“Free Speech” is a monthly column by Chris Finan, director of the American Booksellers for Free Expression (ABFE), that shares his personal thoughts and opinions on a broad range of free expression issues; the views expressed do not necessarily reflect those of the American Booksellers Association. Finan welcomes comments and suggestions at firstname.lastname@example.org.
Booksellers weren’t always defenders of free speech. In the first decades of the 20th century, we thought it was our job to protect the public from bad books.
In 1915, in response to a growing number of new books with sexual content, Boston booksellers joined an anti-vice group, the Watch and Ward Society, in creating a committee to review potentially problematic books. When committee members agreed that a book was unsuitable, they notified Massachusetts booksellers, who were given 48 hours to remove it or face possible prosecution.
How did we get from the Boston Booksellers Committee to today, when hundreds of booksellers nationwide celebrate the freedom to read during Banned Books Week? This article is the first in an occasional series of pieces that look at just that question.
The story starts in 1923, when the 16-year-old daughter of a Manhattan judge borrowed a copy of D.H. Lawrence’s Women in Love from the circulating library of her local bookseller. Troubled by some of its passages, the girl took the book to her mother, who immediately turned it over to her husband, John Ford, a trial court judge.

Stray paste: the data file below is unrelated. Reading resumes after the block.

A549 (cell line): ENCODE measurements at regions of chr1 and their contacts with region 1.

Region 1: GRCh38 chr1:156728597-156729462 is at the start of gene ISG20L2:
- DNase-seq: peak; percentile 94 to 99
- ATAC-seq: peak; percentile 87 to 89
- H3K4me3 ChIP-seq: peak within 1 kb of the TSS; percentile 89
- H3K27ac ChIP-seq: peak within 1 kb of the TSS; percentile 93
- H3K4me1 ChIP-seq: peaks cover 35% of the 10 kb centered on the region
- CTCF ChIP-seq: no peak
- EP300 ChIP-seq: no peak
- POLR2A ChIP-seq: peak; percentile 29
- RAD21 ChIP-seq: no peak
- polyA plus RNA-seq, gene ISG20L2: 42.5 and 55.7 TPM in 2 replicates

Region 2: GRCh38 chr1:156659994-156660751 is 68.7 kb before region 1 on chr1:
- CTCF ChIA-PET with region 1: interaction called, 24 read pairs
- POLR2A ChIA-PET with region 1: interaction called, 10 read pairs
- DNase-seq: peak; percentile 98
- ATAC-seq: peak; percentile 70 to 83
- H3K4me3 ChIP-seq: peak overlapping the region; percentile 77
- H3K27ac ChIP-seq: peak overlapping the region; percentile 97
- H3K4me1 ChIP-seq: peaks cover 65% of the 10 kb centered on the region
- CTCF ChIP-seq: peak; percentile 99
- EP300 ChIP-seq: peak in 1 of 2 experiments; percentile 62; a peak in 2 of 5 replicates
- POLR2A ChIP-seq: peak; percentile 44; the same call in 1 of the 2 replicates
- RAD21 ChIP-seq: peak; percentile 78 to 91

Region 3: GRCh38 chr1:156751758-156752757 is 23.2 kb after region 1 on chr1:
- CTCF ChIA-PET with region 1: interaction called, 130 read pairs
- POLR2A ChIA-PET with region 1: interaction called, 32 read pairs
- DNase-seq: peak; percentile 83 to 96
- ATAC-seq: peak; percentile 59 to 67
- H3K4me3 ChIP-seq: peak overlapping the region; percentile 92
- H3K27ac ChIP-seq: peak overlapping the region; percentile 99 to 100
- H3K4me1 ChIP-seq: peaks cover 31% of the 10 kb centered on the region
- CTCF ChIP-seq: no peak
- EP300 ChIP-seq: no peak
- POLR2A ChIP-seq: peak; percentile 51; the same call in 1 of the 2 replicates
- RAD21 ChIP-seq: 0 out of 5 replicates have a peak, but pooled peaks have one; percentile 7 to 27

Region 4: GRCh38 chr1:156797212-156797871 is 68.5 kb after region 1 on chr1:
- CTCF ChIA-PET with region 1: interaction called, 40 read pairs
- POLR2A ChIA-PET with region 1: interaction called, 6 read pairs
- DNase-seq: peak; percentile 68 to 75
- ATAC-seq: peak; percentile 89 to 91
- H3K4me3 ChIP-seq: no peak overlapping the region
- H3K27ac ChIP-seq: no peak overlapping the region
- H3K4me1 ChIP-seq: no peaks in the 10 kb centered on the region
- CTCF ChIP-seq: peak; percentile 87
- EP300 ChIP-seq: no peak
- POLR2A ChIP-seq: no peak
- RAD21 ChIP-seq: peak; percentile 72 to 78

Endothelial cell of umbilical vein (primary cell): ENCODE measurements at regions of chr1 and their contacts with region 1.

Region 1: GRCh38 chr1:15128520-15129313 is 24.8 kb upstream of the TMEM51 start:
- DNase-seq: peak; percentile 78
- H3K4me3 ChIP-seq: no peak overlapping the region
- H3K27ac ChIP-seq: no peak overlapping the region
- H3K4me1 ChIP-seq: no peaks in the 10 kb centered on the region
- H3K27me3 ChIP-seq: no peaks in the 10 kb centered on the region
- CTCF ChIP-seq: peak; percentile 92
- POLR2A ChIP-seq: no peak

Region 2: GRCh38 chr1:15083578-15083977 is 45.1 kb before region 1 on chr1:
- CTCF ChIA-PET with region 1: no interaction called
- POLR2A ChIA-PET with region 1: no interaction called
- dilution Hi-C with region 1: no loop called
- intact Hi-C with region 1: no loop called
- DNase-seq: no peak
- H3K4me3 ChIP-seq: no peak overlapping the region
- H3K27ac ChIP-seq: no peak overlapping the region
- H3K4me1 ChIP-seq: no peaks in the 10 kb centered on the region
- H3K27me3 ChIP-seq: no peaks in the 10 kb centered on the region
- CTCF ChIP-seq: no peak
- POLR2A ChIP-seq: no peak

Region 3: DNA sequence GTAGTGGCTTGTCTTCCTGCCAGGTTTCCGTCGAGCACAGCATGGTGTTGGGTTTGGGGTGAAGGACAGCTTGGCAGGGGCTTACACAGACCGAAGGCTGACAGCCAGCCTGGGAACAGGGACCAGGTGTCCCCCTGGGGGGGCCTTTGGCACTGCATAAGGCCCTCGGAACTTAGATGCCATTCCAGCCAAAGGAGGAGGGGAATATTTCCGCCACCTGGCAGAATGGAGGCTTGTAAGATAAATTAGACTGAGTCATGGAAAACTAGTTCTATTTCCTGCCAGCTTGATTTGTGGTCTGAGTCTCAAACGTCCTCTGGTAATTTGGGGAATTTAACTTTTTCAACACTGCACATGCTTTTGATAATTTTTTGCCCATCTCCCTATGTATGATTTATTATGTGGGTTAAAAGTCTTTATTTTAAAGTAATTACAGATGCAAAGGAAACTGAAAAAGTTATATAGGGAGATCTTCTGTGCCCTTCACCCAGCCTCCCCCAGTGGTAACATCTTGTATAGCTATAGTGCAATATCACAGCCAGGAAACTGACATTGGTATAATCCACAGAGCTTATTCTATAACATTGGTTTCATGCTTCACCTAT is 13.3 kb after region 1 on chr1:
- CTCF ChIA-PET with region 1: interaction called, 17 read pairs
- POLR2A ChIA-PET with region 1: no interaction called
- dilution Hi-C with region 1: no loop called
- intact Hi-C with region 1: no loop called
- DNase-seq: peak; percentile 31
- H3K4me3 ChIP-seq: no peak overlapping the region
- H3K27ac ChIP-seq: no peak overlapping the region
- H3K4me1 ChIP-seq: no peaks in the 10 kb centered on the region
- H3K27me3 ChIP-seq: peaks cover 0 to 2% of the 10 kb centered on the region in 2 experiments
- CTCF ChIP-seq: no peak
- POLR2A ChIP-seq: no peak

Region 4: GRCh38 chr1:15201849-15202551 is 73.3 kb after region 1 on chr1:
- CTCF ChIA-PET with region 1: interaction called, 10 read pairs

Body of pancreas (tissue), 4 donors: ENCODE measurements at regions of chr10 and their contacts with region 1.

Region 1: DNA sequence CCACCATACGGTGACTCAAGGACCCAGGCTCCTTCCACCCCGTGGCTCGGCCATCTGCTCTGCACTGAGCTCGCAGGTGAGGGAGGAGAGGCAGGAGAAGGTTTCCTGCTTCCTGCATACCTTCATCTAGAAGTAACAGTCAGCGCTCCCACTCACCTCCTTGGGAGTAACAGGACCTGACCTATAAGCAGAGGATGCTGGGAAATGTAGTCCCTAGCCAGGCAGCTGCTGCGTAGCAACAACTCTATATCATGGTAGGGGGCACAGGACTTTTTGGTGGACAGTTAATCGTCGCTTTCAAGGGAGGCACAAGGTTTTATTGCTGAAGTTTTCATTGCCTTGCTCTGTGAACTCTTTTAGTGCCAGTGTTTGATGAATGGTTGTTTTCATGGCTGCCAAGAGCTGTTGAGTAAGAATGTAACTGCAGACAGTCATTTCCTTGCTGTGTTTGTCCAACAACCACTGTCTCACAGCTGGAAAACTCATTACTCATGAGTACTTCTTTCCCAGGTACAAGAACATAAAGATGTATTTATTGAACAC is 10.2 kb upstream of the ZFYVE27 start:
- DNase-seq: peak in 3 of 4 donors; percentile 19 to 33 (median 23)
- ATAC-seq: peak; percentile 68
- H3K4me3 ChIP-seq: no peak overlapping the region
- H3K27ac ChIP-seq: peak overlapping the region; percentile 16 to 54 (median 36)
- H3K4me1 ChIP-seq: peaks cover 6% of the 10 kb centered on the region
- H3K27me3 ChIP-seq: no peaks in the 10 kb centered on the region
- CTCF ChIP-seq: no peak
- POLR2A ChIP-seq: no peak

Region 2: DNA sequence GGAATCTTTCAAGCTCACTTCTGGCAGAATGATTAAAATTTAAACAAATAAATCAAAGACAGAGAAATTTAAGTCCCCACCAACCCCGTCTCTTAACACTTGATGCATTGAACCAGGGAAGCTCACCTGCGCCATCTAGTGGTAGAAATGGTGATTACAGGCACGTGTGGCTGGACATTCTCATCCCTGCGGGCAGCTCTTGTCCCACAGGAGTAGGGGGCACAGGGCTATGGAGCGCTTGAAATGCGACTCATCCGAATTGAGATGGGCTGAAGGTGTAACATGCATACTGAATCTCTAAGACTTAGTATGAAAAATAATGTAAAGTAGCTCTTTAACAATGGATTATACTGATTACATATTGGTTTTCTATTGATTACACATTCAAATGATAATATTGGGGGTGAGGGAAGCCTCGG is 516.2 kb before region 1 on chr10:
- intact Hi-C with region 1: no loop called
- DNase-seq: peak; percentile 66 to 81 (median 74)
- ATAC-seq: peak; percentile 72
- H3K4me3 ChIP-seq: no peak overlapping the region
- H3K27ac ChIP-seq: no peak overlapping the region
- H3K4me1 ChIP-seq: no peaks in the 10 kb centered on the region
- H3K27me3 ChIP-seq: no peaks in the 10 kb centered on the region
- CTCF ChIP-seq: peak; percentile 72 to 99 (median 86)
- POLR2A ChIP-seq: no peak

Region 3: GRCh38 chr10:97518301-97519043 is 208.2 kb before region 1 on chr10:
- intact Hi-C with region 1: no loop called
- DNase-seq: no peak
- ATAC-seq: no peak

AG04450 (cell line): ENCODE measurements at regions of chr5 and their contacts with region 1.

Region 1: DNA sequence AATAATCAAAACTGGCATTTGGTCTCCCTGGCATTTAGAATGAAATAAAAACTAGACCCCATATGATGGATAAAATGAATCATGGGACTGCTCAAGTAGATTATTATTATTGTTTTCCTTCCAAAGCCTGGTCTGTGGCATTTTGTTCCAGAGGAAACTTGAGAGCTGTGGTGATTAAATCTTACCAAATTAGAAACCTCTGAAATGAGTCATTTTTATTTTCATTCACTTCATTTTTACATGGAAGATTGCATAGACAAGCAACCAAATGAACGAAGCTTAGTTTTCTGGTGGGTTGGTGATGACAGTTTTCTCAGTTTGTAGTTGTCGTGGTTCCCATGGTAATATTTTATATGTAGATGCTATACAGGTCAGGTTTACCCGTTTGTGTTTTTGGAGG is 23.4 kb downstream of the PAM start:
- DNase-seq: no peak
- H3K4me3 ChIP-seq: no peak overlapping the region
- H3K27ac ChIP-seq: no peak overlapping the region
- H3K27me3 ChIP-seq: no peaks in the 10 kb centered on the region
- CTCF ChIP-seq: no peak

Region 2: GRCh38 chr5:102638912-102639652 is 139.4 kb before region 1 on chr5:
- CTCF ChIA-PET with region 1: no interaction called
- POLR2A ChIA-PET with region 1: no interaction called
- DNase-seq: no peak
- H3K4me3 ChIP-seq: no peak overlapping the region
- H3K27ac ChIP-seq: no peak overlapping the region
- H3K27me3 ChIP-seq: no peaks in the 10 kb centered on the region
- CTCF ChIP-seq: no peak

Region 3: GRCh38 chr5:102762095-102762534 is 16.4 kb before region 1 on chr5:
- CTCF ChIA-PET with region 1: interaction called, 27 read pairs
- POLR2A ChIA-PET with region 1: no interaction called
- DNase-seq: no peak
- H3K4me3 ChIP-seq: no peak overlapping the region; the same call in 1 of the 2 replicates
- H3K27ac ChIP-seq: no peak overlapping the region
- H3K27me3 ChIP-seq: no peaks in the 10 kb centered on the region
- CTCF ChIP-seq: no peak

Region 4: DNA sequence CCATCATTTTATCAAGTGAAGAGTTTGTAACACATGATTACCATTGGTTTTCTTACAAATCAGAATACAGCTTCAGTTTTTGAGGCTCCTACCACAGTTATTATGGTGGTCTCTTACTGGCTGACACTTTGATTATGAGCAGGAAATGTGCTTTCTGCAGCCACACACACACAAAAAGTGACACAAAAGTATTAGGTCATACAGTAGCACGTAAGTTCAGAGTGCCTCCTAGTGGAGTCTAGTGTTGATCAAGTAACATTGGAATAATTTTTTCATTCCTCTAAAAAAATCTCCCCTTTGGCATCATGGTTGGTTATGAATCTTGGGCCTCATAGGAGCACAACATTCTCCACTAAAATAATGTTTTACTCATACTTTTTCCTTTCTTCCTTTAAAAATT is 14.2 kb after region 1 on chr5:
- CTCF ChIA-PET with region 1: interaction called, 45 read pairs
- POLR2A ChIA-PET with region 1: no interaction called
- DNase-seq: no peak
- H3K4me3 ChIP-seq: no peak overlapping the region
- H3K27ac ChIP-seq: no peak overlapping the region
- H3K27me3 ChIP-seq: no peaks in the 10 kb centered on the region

Ford was outraged by the sexually explicit language of the novel and consulted John Sumner, the head of the New York Society for the Suppression of Vice. The society had been founded by Anthony Comstock in 1873, the same year he convinced Congress to pass an obscenity law that was so broad it made it possible to prosecute Margaret Sanger for distributing information about birth control in 1914.
Comstock policed the American marketplace until his death in 1915, but the world was changing. Sumner informed Ford that it was increasingly difficult to prosecute publishers and booksellers. The Comstock law had not defined “obscenity,” which gave the authorities the freedom to ban almost any book with sexual content. But the New York courts had recently declared that only “prurient” books — those that appealed to an excessive interest in sex — could be banned. In addition, the book could not be judged on the basis of isolated passages. It had to be considered as a whole.
Ford and Sumner were determined to nullify these legal decisions. They launched a Clean Books League, which included representatives of the Catholic and Episcopal churches, the Boy Scouts and Girl Scouts, the Colonial Dames of America, and the Daughters of 1812.
In 1923, a “clean books” bill was introduced in the New York legislature that eliminated the prurience requirement and explicitly barred experts from testifying about the artistic value of a book. “The question of whether a book is indecent is one to be decided by an ordinary average citizen, not by a coterie of literati,” Ford said. “After all, such books are now allowed to enter the home of myself and other ordinary, average citizens, and it is for us to decide whether the sale of such books should be allowed.”